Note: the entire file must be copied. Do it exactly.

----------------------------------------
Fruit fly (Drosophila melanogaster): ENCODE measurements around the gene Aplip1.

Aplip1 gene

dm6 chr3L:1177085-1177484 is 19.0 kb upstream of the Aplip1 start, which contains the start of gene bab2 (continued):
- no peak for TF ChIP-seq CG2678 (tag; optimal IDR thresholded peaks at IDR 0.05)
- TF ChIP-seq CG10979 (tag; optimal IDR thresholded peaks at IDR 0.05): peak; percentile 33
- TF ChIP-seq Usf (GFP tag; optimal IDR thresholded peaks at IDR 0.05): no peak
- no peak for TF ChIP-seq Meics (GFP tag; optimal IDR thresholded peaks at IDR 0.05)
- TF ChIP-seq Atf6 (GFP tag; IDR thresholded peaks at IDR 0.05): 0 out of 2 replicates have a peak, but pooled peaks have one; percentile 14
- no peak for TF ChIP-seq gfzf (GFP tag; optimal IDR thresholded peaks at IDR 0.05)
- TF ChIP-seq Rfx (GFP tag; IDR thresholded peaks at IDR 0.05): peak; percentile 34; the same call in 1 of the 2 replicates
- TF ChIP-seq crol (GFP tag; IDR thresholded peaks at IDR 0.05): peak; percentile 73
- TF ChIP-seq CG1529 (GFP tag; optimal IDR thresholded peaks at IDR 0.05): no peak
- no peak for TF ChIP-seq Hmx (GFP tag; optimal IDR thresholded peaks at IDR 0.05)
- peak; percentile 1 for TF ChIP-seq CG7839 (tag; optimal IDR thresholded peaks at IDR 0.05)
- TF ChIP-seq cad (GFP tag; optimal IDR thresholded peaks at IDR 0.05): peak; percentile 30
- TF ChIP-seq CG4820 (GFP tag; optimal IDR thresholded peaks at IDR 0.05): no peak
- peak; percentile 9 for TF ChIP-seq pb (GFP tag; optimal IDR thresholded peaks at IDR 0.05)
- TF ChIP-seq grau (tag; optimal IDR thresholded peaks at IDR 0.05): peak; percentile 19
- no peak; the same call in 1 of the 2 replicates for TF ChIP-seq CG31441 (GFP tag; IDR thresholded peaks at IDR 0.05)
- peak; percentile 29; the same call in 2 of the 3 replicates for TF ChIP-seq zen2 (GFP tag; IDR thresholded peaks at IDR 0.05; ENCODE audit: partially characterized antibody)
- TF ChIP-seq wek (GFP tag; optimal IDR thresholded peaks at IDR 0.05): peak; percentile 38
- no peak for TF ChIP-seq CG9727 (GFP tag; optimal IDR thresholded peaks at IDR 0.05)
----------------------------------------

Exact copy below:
Fruit fly (Drosophila melanogaster): ENCODE measurements around the gene Aplip1.

Aplip1 gene

dm6 chr3L:1177085-1177484 is 19.0 kb upstream of the Aplip1 start, which contains the start of gene bab2 (continued):
- no peak for TF ChIP-seq CG2678 (tag; optimal IDR thresholded peaks at IDR 0.05)
- TF ChIP-seq CG10979 (tag; optimal IDR thresholded peaks at IDR 0.05): peak; percentile 33
- TF ChIP-seq Usf (GFP tag; optimal IDR thresholded peaks at IDR 0.05): no peak
- no peak for TF ChIP-seq Meics (GFP tag; optimal IDR thresholded peaks at IDR 0.05)
- TF ChIP-seq Atf6 (GFP tag; IDR thresholded peaks at IDR 0.05): 0 out of 2 replicates have a peak, but pooled peaks have one; percentile 14
- no peak for TF ChIP-seq gfzf (GFP tag; optimal IDR thresholded peaks at IDR 0.05)
- TF ChIP-seq Rfx (GFP tag; IDR thresholded peaks at IDR 0.05): peak; percentile 34; the same call in 1 of the 2 replicates
- TF ChIP-seq crol (GFP tag; IDR thresholded peaks at IDR 0.05): peak; percentile 73
- TF ChIP-seq CG1529 (GFP tag; optimal IDR thresholded peaks at IDR 0.05): no peak
- no peak for TF ChIP-seq Hmx (GFP tag; optimal IDR thresholded peaks at IDR 0.05)
- peak; percentile 1 for TF ChIP-seq CG7839 (tag; optimal IDR thresholded peaks at IDR 0.05)
- TF ChIP-seq cad (GFP tag; optimal IDR thresholded peaks at IDR 0.05): peak; percentile 30
- TF ChIP-seq CG4820 (GFP tag; optimal IDR thresholded peaks at IDR 0.05): no peak
- peak; percentile 9 for TF ChIP-seq pb (GFP tag; optimal IDR thresholded peaks at IDR 0.05)
- TF ChIP-seq grau (tag; optimal IDR thresholded peaks at IDR 0.05): peak; percentile 19
- no peak; the same call in 1 of the 2 replicates for TF ChIP-seq CG31441 (GFP tag; IDR thresholded peaks at IDR 0.05)
- peak; percentile 29; the same call in 2 of the 3 replicates for TF ChIP-seq zen2 (GFP tag; IDR thresholded peaks at IDR 0.05; ENCODE audit: partially characterized antibody)
- TF ChIP-seq wek (GFP tag; optimal IDR thresholded peaks at IDR 0.05): peak; percentile 38
- no peak for TF ChIP-seq CG9727 (GFP tag; optimal IDR thresholded peaks at IDR 0.05)